Tim’s taken Ororo’s heated socks for a spot of winter camping to see if technology can finally keep frosty toes at bay.
We’ve got WiFi in our lightbulbs and bluetooth in our… toothbrushes, so why are we still kicking around in socks we stole from a sheep’s back? That’s what Ororo reckons anyway. The company, (pronounced Oh ROAR oh) specialises in heated gear, from jackets and gloves to the humble sock, to fend off the elements.
Cold feet are a bummer, so I was pretty psyched to try out Ororo’s heated sock on a recent snow trip.
Fun fact: the name Ororo comes from Ororo Munroe or ‘Storm’ from Marvel Comics. Storm can control the weather, geddit?
Sitting ‘round the fire after a pretty rough day of icy backcountry called for all of the creature comforts. As the temperature approached freezing and the crew battled to start flames on a soggy log, I slipped on the Ororo ‘Sequoia’ Heated Socks. They come up to just below the knee and the midweight fabric instantly gave me a bit of warmth. The compression is nice too and the fit is snug – first impressions looking good.
I chucked on my slides (pretty confident), dialled them up to the highest of three settings, and cracked a tinnie. I then promptly forgot about them for an hour or so. Not what I was expecting. I’d roughly correlated level three to the fever-dream inducing throes of leaving an electric blanket on high and nodding off, but instead, my feet were just comfy. They weren’t cold, but I wouldn’t say they were ‘warm’.
I chucked my hiking boots on, reasoning that I’d gone a bit Icarus on the whole thing and that they probably weren’t designed to directly contact the freezing breeze that was sucking the heat away. Now we were getting somewhere, warmth was building up on the bottom of my feet near the toes, where the heating elements are located. It never reached ‘too warm’, but I got comfy enough to chuck them down to the middle setting while sitting around in the cold. Time to crack another tinnie.
Ororo’s heated socks are powered through two 3350 mAh batteries that sit up on the outside of your calf. There’s a little pocket that holds the battery, and a cable runs down to the heating element that’s located under the ball of your foot.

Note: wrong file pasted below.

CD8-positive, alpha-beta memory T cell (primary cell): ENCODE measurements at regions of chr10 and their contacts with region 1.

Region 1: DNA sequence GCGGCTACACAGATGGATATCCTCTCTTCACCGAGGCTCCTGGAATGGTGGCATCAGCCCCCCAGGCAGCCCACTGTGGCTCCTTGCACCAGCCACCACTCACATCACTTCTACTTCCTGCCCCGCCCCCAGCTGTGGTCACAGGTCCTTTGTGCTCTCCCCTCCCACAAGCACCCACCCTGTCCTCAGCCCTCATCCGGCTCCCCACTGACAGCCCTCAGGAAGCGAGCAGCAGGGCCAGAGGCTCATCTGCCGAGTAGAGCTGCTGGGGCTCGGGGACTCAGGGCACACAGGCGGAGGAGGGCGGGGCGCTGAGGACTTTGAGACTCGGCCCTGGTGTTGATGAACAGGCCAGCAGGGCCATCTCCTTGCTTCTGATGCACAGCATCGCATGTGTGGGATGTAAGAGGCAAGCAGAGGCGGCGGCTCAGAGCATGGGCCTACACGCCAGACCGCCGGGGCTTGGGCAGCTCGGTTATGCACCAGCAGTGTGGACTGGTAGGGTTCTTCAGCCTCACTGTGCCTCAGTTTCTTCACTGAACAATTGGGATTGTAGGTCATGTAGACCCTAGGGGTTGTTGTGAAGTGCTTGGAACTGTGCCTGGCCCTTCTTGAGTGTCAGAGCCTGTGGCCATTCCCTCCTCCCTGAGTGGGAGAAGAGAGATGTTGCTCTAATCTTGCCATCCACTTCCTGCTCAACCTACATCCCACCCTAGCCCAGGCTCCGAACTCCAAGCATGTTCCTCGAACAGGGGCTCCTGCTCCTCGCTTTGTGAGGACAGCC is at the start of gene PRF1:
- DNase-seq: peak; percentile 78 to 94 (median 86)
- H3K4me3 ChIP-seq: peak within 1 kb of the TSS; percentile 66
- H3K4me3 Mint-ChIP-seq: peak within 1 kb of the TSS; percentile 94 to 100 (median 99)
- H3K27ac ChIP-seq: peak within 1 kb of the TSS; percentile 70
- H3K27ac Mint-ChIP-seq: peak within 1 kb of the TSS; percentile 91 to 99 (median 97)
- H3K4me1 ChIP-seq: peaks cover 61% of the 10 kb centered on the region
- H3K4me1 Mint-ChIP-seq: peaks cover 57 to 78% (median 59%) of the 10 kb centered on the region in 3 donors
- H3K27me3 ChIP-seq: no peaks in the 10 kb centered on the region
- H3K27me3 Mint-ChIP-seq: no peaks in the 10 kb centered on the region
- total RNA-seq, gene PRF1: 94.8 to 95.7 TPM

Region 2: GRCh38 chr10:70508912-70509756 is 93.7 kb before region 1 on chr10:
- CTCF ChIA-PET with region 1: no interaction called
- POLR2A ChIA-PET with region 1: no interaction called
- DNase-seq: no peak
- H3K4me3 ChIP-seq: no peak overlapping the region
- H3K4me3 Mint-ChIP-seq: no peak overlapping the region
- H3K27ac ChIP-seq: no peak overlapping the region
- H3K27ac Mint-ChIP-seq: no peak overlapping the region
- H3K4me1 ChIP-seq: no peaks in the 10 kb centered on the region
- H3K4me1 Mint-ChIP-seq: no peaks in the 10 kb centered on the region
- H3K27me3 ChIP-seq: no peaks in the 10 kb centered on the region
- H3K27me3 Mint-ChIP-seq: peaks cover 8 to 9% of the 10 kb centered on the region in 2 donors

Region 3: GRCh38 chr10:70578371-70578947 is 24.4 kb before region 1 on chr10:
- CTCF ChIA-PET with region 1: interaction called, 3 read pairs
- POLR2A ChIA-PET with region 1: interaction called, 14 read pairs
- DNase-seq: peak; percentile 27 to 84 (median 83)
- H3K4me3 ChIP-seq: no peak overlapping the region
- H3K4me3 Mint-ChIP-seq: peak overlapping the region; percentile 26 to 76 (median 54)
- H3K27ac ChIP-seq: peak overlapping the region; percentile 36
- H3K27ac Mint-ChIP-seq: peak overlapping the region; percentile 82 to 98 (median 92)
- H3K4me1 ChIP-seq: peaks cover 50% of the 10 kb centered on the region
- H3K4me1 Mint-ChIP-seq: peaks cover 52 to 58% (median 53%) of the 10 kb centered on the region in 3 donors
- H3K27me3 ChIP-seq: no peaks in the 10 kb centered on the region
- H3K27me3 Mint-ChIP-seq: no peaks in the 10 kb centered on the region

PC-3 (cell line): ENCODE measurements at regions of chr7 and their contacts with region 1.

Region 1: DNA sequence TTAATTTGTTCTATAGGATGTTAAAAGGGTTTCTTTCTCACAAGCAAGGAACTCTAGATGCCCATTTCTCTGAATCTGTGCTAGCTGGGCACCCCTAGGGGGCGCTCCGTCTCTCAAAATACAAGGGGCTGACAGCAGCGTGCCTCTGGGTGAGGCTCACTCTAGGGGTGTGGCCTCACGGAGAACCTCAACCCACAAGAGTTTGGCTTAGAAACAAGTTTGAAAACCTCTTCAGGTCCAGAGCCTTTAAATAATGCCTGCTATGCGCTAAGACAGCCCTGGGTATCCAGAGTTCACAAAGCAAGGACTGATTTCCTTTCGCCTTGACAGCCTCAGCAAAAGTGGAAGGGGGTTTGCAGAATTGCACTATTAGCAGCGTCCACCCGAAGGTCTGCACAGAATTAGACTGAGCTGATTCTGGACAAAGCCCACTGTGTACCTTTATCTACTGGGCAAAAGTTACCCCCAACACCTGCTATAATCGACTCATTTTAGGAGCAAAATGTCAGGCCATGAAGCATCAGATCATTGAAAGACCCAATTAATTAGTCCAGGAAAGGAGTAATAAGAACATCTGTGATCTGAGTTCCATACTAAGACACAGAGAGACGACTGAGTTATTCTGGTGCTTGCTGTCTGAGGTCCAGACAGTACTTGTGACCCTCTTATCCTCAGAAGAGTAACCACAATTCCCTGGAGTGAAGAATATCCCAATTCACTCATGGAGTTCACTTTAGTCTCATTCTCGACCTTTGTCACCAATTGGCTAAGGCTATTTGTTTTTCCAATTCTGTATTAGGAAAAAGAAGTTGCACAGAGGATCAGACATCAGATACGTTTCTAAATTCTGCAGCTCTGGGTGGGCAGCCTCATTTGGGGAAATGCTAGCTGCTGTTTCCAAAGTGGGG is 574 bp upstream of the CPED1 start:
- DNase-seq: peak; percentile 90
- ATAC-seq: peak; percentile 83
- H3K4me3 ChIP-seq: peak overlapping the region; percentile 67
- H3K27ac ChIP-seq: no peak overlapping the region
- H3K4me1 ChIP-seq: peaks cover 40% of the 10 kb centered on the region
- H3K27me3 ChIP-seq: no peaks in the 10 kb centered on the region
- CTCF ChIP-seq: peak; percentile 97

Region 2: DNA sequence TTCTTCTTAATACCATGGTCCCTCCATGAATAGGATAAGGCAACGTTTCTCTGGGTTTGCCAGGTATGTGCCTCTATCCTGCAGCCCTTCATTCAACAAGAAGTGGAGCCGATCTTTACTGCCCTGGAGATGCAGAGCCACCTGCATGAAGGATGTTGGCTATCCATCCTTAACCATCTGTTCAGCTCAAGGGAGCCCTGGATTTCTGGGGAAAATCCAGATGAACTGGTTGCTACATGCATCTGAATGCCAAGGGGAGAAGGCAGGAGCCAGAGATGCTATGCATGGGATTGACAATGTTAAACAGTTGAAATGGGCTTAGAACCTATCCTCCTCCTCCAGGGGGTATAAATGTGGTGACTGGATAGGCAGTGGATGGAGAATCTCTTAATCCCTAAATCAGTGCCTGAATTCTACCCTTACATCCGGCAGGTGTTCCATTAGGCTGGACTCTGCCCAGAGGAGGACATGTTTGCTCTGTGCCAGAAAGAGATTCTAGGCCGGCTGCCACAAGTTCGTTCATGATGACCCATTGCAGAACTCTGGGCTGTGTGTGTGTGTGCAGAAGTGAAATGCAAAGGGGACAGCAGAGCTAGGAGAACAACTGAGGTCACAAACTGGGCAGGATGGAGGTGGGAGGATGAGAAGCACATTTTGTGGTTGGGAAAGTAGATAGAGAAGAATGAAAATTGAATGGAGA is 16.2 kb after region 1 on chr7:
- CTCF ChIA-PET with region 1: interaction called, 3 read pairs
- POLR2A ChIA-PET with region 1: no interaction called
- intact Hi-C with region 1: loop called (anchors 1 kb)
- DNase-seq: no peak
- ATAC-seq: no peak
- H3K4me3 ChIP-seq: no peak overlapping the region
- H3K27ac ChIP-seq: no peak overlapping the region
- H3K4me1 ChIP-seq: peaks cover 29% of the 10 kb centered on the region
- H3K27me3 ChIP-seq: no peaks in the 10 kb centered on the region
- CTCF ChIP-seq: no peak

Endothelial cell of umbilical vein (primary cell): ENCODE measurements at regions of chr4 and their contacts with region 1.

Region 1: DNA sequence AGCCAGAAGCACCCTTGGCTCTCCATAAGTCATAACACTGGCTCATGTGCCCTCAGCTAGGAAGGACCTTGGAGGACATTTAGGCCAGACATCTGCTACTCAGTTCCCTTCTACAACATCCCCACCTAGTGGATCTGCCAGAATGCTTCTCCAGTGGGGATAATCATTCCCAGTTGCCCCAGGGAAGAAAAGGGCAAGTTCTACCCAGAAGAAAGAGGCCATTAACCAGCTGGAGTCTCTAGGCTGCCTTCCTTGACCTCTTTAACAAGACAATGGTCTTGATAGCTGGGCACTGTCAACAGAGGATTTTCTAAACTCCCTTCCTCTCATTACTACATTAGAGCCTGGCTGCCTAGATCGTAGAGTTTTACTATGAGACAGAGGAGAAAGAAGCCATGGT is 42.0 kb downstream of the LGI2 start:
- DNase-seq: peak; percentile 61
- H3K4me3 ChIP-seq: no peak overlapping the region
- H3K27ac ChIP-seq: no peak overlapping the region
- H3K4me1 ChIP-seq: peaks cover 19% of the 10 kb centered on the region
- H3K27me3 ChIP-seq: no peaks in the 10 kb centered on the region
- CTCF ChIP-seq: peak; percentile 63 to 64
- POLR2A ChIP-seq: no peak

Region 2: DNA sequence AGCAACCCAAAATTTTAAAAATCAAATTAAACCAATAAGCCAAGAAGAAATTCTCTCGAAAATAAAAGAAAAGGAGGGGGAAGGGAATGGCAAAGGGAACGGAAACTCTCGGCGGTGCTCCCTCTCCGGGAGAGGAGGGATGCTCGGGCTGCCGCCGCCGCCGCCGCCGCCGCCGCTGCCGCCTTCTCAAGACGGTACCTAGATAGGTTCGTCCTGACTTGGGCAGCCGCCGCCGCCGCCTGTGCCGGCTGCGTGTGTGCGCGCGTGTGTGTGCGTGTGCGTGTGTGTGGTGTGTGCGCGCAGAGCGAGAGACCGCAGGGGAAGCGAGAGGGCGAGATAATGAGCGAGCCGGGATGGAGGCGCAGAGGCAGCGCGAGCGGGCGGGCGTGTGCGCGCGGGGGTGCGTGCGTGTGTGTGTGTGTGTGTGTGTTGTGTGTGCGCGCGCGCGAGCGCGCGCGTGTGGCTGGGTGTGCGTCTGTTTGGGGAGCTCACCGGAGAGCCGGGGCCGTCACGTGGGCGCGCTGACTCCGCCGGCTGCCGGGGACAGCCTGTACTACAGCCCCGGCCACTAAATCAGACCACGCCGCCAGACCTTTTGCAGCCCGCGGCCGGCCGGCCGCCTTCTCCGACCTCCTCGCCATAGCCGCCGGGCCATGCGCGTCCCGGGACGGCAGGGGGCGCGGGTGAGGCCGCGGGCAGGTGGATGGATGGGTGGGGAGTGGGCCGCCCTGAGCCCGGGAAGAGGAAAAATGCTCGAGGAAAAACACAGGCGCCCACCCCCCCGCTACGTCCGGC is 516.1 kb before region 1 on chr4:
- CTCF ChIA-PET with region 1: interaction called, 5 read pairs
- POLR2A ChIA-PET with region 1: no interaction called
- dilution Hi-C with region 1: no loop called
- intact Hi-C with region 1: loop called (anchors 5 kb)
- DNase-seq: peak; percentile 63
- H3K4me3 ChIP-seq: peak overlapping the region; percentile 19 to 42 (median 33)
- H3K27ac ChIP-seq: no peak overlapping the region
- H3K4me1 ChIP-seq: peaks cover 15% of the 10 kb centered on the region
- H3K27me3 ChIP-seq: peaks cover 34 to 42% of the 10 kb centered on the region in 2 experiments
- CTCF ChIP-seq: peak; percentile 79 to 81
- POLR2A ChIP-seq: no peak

Operation is simple, plug it in and press a single button to cycle through modes (coloured lights indicate temp setting). It’s all pretty easy to use, but changing the temp on the fly is a bit of a faff, best to set and forget.
Dreams of using the socks in my ski boots were quickly dashed when I felt the thickness of the material. The blend (60% Cotton, 30% COOLMAX, 8% Polyester, 2% Spandex) is probably asking for blisters in hiking boots too. I actually think this is ok, if you’re getting cold feet while hiking you probably need to level up your footwear, not rely on batteries to ward off frostbite.
When would I use these socks then? Outdoor photography in cold environments, winter camping, après, and under my cold-ass desk while working from home. The Ororo heated socks will have your back for a night of cold weather ‘chillin’, with 5 hours on high (or up to 10 hours on ‘low’, but I’ll be honest, I couldn’t feel it on this setting). Charge them up along with your phone, watch and headphones, it’s 2020 baby!
I was sent the orange colour, which has a bit of a tiger-stripe vibe going on. They look awesome – the battery packs are subtle, there’s no gross branding and they fit super well.
Everything in the pack felt high quality, including the charging cable and charger. The socks themselves felt nice against the skin, no scratching or stifling. The addition of COOLMAX (love how fabrics are always screaming in all caps) to the sock means that they breathe pretty nicely and never got sweaty. A blessing, because washing requires a wash bag that I, as a millennial, do not own, yet the socks have been tested for over a week. Luckily, this ain’t my first rodeo.
You’ve gotta rate gear on what it was designed for, and the Ororo heated socks aren’t claiming they can do it all. They’re a sock for when your feet really get cold – the end of the day when you’re not moving as much, or situations where you have to stand around in the elements without getting the heart-rate up.
The retail price of $155 is quite a lot for socks, but it’s a well-made bit of kit with modern materials – right now they’re down to $99 too! A quick heads up though, the USB adaptor they ship with has a US configuration – I charged them by plugging the USB into my phone charger.
Ororo’s heated socks kept my feet warm but I wouldn’t say they ever got ‘toasty’, which could be a blessing in disguise because they stayed dry.
If you want to bring a mate winter camping, but they keep getting ‘cold feet’, Ororo’s heated socks might be exactly what you’re looking for.
Tim was given the Ororo Heated Socks for testing and was allowed to keep them afterwards. He was allowed to say whatever the heck he wanted about them in this review.